To create an altered state of consciousness, two types of rituals have been used since ancient times. In the first case, it is calm, relaxation, concentration on a fixed image, accompanied by prolonged sounds (like the practice of meditation). The other type of practice involves movement with the acceleration of the rhythm, accompanied by a high pitched sound and surrounded by repeated rhythms and visual stimuli: ornaments, fire, etc. (For example, rituals in shamanism).


At first glance, it seems like these are two unrelated, and completely opposite practices. But, in reality, these are two physiologically possible ways to achieve the same goal - an abnormal rate of activity of the left and right hemispheres. In one case, this is done by means of voluntary calming, by shutting off the left hemisphere's supply of information, with the simultaneous charging of the right hemisphere, and the other practice is characterized by overload of the left hemisphere, followed reflexively by its inhibition.


The universal status of these two approaches is illustrated by their distribution in different cultural regions that have never been in close contact with each other, and some cultures have even reached remarkable levels in understanding how these mechanisms work. Thus, among the Mesoamerican Indians there is a clear separation of the two forms of perception of the world, called the TONAL and the NEGUAL, and there exists among them a system of elaborate techniques (developed, according to tradition, at the time of the Toltec civilization), the purpose of which is clearly stated: "the information overload of the general worldview  »  and  "  the disconnection of the internal dialogue  »  to develop left hemisphere dominance.




Table 2 . The ratio of the alpha-rhythm between the left and right hemisphere, for various experimental images:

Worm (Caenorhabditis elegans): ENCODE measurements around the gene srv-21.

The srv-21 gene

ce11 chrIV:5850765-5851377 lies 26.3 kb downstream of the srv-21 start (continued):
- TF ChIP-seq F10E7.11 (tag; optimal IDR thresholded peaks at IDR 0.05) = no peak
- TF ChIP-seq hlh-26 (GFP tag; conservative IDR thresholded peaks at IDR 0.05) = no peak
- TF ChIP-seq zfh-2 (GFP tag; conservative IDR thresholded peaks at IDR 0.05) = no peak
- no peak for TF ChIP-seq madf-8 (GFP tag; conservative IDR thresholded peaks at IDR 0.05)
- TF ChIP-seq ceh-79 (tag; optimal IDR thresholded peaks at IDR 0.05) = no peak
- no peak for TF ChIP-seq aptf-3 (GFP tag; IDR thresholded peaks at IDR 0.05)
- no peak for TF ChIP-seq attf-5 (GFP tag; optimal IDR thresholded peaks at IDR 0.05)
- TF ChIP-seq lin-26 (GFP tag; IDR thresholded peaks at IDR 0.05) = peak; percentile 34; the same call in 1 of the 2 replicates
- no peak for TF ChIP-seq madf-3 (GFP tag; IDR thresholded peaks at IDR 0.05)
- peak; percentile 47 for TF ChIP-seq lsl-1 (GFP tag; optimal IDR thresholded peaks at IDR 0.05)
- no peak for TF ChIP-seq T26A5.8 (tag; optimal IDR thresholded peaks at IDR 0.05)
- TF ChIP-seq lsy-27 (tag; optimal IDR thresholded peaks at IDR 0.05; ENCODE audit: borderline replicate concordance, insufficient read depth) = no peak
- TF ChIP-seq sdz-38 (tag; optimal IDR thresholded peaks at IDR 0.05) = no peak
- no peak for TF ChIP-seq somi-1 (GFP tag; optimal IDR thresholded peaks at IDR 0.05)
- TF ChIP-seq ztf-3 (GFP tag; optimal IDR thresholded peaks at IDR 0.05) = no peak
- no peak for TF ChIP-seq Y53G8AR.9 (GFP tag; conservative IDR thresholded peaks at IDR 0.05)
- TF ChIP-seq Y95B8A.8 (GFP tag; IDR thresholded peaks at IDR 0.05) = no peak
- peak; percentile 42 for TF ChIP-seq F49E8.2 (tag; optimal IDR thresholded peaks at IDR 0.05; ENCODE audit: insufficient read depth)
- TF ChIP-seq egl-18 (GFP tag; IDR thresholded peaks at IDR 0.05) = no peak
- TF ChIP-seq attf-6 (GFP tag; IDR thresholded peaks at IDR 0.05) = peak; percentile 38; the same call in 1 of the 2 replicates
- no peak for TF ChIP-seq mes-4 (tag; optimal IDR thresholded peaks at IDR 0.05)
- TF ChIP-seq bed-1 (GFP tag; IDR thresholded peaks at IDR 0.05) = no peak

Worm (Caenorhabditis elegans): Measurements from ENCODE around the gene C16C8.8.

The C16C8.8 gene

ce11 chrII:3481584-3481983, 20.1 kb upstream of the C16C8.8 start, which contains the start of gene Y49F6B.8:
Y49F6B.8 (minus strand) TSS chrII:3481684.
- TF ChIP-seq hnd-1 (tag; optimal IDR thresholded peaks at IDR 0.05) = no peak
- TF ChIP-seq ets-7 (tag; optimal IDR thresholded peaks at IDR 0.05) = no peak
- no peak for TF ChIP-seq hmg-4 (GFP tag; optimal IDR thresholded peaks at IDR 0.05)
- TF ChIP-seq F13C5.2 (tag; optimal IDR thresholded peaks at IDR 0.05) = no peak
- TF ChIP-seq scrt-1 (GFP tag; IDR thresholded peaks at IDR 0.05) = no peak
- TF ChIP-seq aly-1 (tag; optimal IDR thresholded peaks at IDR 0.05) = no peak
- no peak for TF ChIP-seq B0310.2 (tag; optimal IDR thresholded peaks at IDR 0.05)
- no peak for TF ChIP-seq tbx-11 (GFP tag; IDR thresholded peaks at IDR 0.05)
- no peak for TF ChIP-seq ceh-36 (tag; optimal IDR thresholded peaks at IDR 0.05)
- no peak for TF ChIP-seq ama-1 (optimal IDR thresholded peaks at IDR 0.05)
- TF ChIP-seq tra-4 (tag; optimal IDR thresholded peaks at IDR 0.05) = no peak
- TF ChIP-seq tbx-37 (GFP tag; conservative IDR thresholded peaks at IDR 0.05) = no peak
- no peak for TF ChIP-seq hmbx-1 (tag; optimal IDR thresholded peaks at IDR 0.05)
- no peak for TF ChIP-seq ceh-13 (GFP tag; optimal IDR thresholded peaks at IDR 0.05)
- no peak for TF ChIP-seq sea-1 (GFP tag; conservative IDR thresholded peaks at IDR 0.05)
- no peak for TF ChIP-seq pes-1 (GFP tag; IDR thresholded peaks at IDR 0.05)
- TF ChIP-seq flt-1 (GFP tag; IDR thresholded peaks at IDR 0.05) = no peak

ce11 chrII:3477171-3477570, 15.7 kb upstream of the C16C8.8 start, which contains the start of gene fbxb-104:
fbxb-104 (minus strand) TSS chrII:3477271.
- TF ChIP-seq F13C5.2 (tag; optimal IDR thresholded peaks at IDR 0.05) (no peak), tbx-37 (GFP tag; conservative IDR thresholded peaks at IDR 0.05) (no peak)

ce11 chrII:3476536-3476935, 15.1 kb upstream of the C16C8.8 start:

We observed a redistribution of functions between the hemispheres in the experiences with the Sri Yantra (Table 2). Concentration on the Sri Yantra, in comparison with other images, is presented by a significant activation of the right hemisphere, by ratio to the left (ratio of 0.78). It can be assumed that this property also plays an important role in the rituals of meditation with the Sri Yantra.



Conclusion : 

Thus, we can conclude that the individual elements and the whole composition of the Sri Yantra were created in ancient India, strictly in accordance with the mechanisms of human perception, and taking into account the nervous activity at the level of the organization of its functions. 

Therefore, we adhere to the use of both paths of development of science, on the one hand - in an "explanatory" way in order to achieve modern knowledge based on direct experiences, and, on the other - the "  receiving channel  »,  way of ancient science, based on centuries-old selection of daily trial and error performance. We can treat the Sri Yantra as a sort of crossroads where ancient achievement can be understood only in terms of the most recent psychological and neurological data.